Some Memphians may have been disappointed in the national impact Craig Brewer's made-for-MTV series $5 Cover: Memphis had, but apparently MTV was satisfied.
The network's new media division is going ahead with plans to turn Brewer's $5 Cover concept — semi-fictional short films set in real places and starring real musicians — into a new franchise, with $5 Cover: Seattle set to begin shooting sometime this summer.
W&H: What are you working on next?
LS: I'm shooting "$5 Cover Seattle", a music-based web series being produced by MTV. It was the brainchild of another independent filmmaker, Craig Brewer, whose original version, "$5 Cover Memphis", can be seen on MTV.com right now. I'm very excited about the project because it's a great fit for my creative style, plus I get to work intimately a bunch of sexy rockstars..pretty much a dream come true.
Memphis filmmaker Craig Brewer has found some 10-year-old rehearsal footage he shot for the Memphis Confidential Burlesque Show at the Hi-Tone Cafe, and has posted on his BrewTube channel:
SING ALL KINDS noted back in April the rumor traveling around the web that Steve Jobs, CEO/co-founder, Apple, had moved to Memphis for health reasons.
That rumor has gotten some substantiation today with the Wall Street Journal's report that Jobs had a liver transplant in Tennessee about two months ago. Only three hospitals in the Volunteer State do liver transplants: Vanderbilt in Nashville, Le Bonheur in Memphis, and Methodist University Hospital in Memphis. Le Bonheur doesn't treat adults. Circumstantial evidence suggests he was/is in the Bluff City.
Why Tennessee as opposed to another of the lower 48? The WSJ indicates it may have been because the waiting list for transplants in Tennessee is significantly shorter than other states.
Now, Alexander Haislip has some really juicy details. Jobs lives in "a quiet cul-de-sac" in a swank neighborhood? A 7,500-square-foot mansion built in 1914, yellow with white trim? Upgraded security and a white Jeep guarding the resident? I'm pretty sure this isn't happening on my street in Berclair.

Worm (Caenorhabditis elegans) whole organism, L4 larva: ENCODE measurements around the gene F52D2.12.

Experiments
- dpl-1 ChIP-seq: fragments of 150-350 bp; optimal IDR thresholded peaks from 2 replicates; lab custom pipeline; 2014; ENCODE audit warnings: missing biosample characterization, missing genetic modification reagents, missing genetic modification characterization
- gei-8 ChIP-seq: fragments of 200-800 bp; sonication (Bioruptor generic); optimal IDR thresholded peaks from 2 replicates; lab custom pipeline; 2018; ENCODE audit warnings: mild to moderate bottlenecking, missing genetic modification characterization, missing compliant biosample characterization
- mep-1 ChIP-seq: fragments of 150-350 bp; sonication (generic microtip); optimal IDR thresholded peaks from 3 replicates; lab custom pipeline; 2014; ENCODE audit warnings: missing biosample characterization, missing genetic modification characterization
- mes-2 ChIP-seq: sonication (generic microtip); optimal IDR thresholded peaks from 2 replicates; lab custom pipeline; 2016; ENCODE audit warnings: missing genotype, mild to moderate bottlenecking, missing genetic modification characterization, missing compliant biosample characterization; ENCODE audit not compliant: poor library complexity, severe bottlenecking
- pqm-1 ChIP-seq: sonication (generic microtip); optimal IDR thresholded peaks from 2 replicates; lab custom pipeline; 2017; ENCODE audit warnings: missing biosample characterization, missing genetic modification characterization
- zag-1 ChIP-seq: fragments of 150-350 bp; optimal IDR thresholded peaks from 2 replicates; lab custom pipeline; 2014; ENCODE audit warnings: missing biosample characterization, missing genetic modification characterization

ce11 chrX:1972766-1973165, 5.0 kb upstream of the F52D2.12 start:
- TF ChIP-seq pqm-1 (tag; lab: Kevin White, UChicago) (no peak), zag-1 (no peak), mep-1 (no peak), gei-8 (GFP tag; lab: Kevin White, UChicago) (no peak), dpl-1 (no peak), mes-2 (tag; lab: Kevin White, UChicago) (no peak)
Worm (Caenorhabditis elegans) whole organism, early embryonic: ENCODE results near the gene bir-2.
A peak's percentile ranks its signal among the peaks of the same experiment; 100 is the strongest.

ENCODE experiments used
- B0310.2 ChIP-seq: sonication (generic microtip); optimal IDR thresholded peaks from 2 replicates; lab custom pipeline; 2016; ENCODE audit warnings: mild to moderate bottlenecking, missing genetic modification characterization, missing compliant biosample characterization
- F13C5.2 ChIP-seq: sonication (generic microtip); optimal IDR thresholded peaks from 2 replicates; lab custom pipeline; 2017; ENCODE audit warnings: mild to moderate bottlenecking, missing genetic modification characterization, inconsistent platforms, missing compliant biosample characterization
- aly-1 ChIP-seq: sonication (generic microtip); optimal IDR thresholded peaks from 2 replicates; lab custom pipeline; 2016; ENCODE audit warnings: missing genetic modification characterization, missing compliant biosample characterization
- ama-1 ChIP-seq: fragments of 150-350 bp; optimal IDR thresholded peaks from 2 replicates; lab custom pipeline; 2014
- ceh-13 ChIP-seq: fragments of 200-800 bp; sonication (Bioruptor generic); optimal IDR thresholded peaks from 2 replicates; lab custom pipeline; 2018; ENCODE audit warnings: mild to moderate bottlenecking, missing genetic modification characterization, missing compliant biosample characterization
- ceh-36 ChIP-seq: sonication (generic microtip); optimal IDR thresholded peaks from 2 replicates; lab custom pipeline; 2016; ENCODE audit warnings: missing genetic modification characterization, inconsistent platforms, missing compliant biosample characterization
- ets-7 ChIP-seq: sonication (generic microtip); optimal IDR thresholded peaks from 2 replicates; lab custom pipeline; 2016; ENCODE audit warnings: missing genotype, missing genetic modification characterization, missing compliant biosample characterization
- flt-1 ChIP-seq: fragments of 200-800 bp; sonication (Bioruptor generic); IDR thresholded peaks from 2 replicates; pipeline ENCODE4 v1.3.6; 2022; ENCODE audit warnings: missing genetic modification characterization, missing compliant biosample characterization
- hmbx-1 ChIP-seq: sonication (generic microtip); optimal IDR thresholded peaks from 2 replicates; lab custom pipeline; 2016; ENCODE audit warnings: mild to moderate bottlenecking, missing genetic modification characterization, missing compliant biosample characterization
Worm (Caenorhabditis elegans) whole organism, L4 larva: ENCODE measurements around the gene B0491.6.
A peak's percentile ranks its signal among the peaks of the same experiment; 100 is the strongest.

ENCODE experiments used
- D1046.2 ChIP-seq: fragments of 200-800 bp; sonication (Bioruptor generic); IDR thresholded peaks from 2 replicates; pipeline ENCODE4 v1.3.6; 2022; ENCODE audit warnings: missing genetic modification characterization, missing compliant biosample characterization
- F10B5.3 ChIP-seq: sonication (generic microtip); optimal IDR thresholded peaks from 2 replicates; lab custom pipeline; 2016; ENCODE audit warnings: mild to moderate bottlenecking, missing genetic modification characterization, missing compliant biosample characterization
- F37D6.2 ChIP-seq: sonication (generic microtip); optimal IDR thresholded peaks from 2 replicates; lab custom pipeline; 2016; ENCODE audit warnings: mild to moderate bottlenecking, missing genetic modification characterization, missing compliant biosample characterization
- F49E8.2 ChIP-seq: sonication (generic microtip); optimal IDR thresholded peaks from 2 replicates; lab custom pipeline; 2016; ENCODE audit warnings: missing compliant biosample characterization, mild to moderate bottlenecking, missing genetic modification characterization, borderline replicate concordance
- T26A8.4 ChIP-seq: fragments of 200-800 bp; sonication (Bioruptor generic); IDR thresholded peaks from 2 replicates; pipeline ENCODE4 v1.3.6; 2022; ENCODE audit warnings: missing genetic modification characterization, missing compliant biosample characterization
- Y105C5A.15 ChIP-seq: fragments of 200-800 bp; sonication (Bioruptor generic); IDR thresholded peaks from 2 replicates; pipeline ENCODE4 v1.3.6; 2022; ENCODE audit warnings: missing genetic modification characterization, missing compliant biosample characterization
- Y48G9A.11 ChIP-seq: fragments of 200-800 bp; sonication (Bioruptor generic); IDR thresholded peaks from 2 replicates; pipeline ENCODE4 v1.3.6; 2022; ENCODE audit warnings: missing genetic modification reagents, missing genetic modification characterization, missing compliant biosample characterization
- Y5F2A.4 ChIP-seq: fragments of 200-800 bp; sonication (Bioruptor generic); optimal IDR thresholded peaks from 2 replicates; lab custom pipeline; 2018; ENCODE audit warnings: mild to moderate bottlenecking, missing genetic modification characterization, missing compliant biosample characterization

And who was that guy ordering foie gras at Chez Philippe a table over the other night?
So is he here or not? Citizen journalists/commenters of the world, I command you: Respond to this blog with every nugget or truth and rumor you have in your possession.
After making an extremely successful return from a rather length hiatus in March, Live From Memphis' Li'l Film Fest is back this Saturday at the Brooks Museum for its 10th installment. Each Li'l Film Fest charges local filmmakers with making short films on a theme, with this weekend's installment on the subject of family.
There are 11 films in the "Family" program, and while I'd echo my complaint from the last fest about the preponderance of hand-me-down horror-flick conceits on display, some of the films find success on this path, such as Reunion from the filmmaker Pandora, a film with a final twist that I didn't see coming but probably should have. The conceptual uniformity helps other kinds of films stand out, such as Downer, from Jason Rawlings and Jason Davenport, with its interesting use of still shots, and Eric Swartz' Monday, which is a simple, well-shot, and, enjoyable glimpse at everyday life.